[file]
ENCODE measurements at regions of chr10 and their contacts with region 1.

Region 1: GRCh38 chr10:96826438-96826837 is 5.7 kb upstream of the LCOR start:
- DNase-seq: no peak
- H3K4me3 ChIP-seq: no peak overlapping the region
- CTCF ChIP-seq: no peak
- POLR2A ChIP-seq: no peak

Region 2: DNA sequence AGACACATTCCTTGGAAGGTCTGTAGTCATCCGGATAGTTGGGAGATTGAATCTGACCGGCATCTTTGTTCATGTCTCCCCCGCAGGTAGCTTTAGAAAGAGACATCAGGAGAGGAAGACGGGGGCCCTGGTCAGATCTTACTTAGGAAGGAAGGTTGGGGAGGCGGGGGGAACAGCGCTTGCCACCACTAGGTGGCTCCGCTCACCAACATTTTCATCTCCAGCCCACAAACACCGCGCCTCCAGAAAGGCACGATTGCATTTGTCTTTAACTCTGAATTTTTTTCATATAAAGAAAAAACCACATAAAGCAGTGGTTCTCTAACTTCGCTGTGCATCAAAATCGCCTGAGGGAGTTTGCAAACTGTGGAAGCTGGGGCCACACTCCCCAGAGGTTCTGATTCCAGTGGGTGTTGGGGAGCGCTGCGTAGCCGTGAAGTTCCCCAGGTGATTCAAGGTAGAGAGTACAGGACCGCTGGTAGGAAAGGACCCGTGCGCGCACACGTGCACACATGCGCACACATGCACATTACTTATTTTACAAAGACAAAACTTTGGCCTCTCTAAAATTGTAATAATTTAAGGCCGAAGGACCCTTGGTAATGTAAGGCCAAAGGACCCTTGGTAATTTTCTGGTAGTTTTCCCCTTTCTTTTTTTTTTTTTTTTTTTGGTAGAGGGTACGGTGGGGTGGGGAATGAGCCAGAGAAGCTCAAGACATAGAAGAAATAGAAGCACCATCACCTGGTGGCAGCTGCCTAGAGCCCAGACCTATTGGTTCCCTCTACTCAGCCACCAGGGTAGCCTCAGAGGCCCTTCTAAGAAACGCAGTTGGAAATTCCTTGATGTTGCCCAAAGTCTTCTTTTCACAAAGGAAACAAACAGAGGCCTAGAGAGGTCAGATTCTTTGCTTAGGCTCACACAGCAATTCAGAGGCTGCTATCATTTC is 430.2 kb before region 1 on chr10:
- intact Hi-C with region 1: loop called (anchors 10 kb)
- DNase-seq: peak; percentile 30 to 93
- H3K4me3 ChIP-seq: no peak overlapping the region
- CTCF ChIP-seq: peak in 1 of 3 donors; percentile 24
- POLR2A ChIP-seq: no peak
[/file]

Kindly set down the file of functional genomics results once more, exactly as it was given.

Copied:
ENCODE measurements at regions of chr10 and their contacts with region 1.

Region 1: GRCh38 chr10:96826438-96826837 is 5.7 kb upstream of the LCOR start:
- DNase-seq: no peak
- H3K4me3 ChIP-seq: no peak overlapping the region
- CTCF ChIP-seq: no peak
- POLR2A ChIP-seq: no peak

Region 2: DNA sequence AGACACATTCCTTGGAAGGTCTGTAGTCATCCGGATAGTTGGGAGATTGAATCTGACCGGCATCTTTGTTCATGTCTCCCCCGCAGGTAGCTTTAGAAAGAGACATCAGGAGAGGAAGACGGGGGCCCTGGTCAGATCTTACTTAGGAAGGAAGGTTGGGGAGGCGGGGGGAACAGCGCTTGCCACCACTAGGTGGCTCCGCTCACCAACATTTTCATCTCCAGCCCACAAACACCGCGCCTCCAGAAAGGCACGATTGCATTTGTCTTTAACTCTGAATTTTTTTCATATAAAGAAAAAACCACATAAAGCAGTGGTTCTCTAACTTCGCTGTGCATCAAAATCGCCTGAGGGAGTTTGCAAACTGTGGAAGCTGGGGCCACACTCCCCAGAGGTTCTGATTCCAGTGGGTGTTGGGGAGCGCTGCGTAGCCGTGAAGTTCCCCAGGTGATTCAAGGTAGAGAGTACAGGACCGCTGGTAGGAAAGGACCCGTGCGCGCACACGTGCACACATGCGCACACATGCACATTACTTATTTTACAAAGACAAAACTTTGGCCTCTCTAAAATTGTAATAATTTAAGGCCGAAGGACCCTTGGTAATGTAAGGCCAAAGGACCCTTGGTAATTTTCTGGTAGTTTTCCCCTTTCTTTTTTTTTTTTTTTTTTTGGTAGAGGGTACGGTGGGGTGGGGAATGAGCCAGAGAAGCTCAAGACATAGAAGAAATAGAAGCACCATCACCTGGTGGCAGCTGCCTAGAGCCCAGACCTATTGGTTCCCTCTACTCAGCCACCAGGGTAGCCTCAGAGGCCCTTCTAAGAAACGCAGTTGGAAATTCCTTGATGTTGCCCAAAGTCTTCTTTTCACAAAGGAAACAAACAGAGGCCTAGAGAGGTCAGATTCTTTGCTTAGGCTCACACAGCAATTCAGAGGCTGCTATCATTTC is 430.2 kb before region 1 on chr10:
- intact Hi-C with region 1: loop called (anchors 10 kb)
- DNase-seq: peak; percentile 30 to 93
- H3K4me3 ChIP-seq: no peak overlapping the region
- CTCF ChIP-seq: peak in 1 of 3 donors; percentile 24
- POLR2A ChIP-seq: no peak